Our friend, Leonardo Carrizo, is a multi-media storyteller who travels around the world capturing the story behind the destination. In this stateside 2-part blog entry, Carrizo take us behind the scenes of a vintage car photo shoot with Fuji and Lumopro gear!
It’s Sunday June 11, 2017. Instead of packing for Monday, when I’ll be leaving the USA for a two month photo-travel adventure to Ecuador and Spain, I’ve decided to setup a car photo shoot. I called my friend Chris, who is the owner of a very cool 1957 Triumph TR3 that I wanted to photograph. Chris is always willing to let me photograph his amazing collection of cars and motorcycles. In addition, his daughter Morgan was willing to model with the car. Chris also brought a friend, Jesse, who helped with the car (and lights). It doesn’t get any better than this! Actually, it does! Midwest Photo let me borrow some equipment for my trips and I wanted to try them out before I left the country. In this post, I’m going to walk you through my creative process for this shoot.
I like to have a story, at least in my mind, for every photo shoot. In this case, I approached this opportunity as if I was shooting for a car magazine client or an advertising agency. The fact that Morgan was there added personality and character in the scene. Her presence would create a more dynamic photo scene because now I have the chance to create a better story line. In other words, I could attempt to create a personal experience for the viewer. I wanted them to see themselves in the image.
Since every element in this shoot gave me a sense of strength, the environment should do the same. For example, this 1957 TR3 is now considered a vintage car because it withstood time; it has a cool patina to prove it. I interpreted that as strength. Similarly, Morgan’s look and style showed toughness. Therefore, I wanted the environment to complement this idea and an airplane hanger as a background works very well for this. The environment is also part of the story line. It provides another important characteristic to the shoot. I always look for big open spaces where I can take advantage of the horizon, sky and sun.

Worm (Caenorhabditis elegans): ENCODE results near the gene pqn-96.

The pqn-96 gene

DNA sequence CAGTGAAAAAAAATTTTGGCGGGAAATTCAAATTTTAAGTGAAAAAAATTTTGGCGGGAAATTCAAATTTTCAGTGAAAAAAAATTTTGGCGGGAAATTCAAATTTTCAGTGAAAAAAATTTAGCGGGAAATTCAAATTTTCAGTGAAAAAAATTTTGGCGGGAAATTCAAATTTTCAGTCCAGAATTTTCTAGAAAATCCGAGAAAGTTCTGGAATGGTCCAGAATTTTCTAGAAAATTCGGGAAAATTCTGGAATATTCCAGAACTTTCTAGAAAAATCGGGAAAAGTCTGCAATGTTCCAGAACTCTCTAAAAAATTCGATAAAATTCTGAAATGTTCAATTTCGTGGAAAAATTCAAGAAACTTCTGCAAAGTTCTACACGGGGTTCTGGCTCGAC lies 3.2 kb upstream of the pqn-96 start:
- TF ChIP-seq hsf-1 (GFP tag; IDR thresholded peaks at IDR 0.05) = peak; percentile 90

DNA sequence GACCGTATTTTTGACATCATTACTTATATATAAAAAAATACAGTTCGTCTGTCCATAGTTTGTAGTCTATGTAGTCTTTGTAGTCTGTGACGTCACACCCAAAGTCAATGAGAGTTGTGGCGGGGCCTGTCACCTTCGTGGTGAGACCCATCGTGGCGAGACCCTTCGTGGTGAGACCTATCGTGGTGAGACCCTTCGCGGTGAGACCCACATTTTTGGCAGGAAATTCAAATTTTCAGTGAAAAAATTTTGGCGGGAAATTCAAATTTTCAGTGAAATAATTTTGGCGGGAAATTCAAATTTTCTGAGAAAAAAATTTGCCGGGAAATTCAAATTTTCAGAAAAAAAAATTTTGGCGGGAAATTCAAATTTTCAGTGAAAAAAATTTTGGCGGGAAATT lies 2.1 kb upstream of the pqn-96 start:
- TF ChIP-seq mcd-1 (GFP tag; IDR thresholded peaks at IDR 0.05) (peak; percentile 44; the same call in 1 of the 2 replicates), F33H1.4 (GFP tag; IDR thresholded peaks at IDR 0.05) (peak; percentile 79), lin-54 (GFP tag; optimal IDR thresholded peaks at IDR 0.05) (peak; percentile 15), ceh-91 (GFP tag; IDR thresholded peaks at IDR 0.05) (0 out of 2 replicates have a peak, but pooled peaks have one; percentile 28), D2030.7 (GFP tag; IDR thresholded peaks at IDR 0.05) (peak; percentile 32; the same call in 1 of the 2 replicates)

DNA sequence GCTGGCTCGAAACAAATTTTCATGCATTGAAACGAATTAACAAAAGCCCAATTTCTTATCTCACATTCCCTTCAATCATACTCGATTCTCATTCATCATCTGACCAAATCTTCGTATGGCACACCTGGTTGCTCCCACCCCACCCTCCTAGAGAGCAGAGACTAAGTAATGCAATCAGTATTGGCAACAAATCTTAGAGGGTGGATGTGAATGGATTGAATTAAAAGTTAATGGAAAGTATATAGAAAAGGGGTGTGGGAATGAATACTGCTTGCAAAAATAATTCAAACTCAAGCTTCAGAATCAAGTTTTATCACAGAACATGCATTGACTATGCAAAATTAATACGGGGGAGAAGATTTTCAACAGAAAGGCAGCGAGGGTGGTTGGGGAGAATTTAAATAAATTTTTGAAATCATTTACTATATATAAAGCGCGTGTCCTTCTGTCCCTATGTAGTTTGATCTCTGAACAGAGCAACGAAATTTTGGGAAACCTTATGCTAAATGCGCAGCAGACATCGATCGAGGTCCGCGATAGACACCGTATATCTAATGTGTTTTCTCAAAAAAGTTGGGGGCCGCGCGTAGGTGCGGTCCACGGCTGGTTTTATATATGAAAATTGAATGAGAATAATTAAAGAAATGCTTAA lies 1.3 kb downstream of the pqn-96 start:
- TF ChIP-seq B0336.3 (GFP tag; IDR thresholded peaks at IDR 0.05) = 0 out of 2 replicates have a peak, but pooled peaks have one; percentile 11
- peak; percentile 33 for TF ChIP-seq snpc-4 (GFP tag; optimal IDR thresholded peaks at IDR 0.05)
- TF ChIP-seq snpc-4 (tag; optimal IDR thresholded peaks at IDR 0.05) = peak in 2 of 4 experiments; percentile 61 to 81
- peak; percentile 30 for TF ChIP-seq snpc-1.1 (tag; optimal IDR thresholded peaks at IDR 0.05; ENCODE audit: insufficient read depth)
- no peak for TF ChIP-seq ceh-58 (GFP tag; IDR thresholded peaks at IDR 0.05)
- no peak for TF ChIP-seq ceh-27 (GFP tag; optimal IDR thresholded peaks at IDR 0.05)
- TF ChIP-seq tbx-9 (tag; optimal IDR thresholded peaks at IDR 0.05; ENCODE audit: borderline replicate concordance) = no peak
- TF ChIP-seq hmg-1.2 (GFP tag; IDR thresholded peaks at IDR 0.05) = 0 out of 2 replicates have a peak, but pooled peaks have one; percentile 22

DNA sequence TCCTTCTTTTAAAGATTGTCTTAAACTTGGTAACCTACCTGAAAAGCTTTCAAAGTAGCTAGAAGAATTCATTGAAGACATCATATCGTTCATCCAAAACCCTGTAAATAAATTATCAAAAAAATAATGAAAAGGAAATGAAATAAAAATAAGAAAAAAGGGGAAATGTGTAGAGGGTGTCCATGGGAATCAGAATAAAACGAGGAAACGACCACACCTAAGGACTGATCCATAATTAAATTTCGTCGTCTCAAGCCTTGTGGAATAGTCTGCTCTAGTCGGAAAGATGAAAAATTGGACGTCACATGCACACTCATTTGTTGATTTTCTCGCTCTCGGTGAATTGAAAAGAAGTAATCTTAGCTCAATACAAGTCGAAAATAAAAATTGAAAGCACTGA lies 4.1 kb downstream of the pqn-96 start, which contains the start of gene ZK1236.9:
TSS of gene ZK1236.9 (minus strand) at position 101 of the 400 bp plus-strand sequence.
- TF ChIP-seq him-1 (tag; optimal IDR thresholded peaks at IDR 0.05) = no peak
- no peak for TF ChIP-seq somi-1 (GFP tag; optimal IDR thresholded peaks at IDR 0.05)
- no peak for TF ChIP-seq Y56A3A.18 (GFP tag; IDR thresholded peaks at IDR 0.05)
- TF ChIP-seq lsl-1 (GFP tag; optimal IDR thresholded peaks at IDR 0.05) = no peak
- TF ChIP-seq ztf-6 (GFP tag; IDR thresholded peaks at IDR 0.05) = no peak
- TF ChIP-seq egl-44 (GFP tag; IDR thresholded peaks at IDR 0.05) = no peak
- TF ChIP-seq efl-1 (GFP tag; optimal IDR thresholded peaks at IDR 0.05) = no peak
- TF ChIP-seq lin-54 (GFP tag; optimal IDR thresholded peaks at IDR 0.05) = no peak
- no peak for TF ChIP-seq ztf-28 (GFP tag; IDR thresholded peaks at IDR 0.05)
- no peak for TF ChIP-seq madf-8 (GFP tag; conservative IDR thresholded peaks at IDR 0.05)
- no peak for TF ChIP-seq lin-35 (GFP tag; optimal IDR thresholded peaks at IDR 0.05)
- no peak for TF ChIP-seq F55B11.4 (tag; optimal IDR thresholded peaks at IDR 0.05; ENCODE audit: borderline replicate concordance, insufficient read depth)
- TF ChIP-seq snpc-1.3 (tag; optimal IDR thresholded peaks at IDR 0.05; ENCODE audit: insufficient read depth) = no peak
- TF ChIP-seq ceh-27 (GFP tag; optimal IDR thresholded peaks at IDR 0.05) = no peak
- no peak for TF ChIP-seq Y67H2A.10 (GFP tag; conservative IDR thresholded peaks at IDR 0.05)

So basically, I was working with: a vintage car, cool girl and an airplane hanger… not much 😉
Once I had the Fuji X-Pro 2 in my hands, it was like going back in time for me. The Fuji X-Pro 2 is a mirrorless rangefinder camera that feels like a classic 35mm rangefinder camera.
Midwest let me use a new Fuji X-Pro 2 and it was the first camera I picked on the shoot to warm up. Once I had the Fuji X-Pro 2 in my hands, it was like going back in time for me. The Fuji X-Pro 2 is a mirrorless rangefinder camera that feels like a classic 35mm rangefinder camera. I loved that feeling! I paired it with the Fujifilm 35mm f/2 WR lens and I was in heaven. Here are a few simple images straight from the camera doing a walk-around the car.
I didn’t get too fancy with the Fuji X-Pro 2 as we were only working on poses with Morgan and exploring the car. Notice the lines and angles created by her arms and legs as well as the diagonal lines created by the car and tilt of the camera. Whenever possible, you want to create lines and angles which can produce triangles in your photographs. This provides direction for the eyes to follow within the frame. It can also create depth if you have a foreground element and the lines lead towards the background, hopefully to another visual element. As much as possible try to avoid flat images. I took a few detailed images inside the car with a shallow depth of field to give you the general sense of the car.
Even though I only played just a little bit with the Fuji X-Pro 2, the camera made a good impression on me. I knew I was going to have with it me during my trip and I was looking forward to doing street photography and travel with it- check out my blog from Quito. Now let’s go back to the car photo shoot.
We were shooting around noon on a sunny day with no shade so the light was very strong and from above. Not the best time of day or quality of light for portraits. Earlier in the morning or later in the afternoon would be better to take advantage of softer shadows, warmer colors and the lateral direction of light. As a photographer, you can get frustrated in these situations. You have to work with the light that’s available when you are shooting and just be prepared creatively in any lighting conditions.
As I said at the beginning, I was thinking this was an actual photo shoot for a magazine so I had my small lighting kit ready. In the next post, I’ll talk about how I used a reflector and a LumoPro flash to improve the lighting and create more dramatic environmental portraits.